Our path-sampling simulations demonstrate the proof-of-concept that altering the rotational diffusion can affect the kinetic network and hence the mechanism of self-assembly for simple patchy-particle systems. For the dimer system of one-patch and two-patch particles the mechanism of reactive pathways changes significantly with rotational diffusion, from a translational reactive pathway for slow rotational diffusion, to a rotational reactive pathway for fast rotational diffusion. The pathways do not need to follow the free-energy landscape, and avoid the saddle point when the dynamics are changed. In the assembly of a constraint tetrahedron of four particles decorated with three patches, faster rotational diffusion increases the likelihood of a route via the intermediate state. This effect is even stronger for the full tetrahedron assembly, where the frustrated states and kinetic traps are avoided when rotational diffusion is suppressed. We argue that these results hold beyond the tetramer, and can be seen as a generic effect governed by the different roles that rotation and translation play in the self-assembly. Whereas translational motion is important in particle binding, rotation is crucial for transitions between misaligned frustrated states. We support this argument by analyzing the population dynamics of a simple Markov model that mimics a much larger assembly process (*SI Appendix*, section VI). This analysis clearly shows that slower rotational diffusion results in less frustration and in orders of magnitude higher yields, and generalizes our finding into a genuine principle for controlling and understanding complex self-assembly kinetics.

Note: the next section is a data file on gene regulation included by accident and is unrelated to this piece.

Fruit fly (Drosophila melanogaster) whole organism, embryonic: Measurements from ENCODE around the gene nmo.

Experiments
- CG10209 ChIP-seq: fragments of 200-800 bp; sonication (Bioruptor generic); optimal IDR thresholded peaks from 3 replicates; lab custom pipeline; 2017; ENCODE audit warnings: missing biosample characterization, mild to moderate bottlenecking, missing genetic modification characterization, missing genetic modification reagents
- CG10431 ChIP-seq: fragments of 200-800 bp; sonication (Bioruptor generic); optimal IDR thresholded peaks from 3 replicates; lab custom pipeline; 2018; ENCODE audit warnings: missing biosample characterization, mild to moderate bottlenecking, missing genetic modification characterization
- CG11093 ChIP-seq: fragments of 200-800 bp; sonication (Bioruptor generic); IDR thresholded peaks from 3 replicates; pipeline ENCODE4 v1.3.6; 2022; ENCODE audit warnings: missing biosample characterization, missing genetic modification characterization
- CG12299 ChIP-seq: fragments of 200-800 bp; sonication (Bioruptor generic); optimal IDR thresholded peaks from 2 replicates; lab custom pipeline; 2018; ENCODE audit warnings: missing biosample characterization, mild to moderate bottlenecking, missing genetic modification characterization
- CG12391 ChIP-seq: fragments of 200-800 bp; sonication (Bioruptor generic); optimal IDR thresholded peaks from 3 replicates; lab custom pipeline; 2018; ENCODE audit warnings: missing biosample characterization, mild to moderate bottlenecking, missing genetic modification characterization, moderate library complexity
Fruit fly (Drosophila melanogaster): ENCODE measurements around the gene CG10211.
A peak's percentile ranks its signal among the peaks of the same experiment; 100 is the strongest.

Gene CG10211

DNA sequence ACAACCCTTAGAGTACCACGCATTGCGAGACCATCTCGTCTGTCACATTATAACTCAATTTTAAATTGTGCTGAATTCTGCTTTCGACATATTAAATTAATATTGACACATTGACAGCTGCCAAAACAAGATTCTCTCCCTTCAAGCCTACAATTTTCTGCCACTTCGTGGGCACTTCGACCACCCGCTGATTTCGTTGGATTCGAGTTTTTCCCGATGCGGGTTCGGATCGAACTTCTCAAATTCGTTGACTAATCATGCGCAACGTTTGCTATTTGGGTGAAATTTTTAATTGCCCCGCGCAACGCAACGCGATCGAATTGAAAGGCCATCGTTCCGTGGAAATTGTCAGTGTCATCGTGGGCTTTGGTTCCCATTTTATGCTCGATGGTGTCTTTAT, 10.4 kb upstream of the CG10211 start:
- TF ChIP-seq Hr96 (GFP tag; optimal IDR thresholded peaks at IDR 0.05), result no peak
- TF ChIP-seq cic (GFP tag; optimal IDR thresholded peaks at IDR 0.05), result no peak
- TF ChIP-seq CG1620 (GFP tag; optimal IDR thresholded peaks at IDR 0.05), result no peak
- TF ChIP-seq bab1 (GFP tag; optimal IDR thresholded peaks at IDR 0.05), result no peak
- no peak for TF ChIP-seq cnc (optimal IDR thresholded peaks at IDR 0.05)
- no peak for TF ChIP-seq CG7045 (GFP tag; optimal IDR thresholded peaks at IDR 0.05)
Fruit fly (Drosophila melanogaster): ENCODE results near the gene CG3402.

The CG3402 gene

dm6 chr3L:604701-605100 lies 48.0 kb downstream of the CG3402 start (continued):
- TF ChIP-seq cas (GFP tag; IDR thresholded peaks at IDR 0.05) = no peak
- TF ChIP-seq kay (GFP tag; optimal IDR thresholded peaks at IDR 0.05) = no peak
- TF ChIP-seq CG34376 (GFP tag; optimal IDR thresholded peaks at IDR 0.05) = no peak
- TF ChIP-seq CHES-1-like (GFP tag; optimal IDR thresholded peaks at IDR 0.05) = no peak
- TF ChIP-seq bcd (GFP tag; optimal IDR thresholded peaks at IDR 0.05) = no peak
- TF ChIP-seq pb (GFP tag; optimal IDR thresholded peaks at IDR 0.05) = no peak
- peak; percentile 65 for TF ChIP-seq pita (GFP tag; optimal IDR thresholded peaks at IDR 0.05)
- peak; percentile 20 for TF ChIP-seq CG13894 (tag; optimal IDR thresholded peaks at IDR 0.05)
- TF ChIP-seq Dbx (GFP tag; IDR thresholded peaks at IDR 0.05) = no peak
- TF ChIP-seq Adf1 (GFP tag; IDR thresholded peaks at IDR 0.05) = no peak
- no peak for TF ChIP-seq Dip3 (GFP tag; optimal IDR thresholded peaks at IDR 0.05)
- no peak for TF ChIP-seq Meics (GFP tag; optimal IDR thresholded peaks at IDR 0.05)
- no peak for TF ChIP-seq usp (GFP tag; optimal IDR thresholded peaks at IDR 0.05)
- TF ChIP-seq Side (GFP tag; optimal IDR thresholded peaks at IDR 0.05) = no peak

## Materials and Methods

### Model.

We model the particles as patchy hard spheres with diameter *σ*. For a center-to-center distance,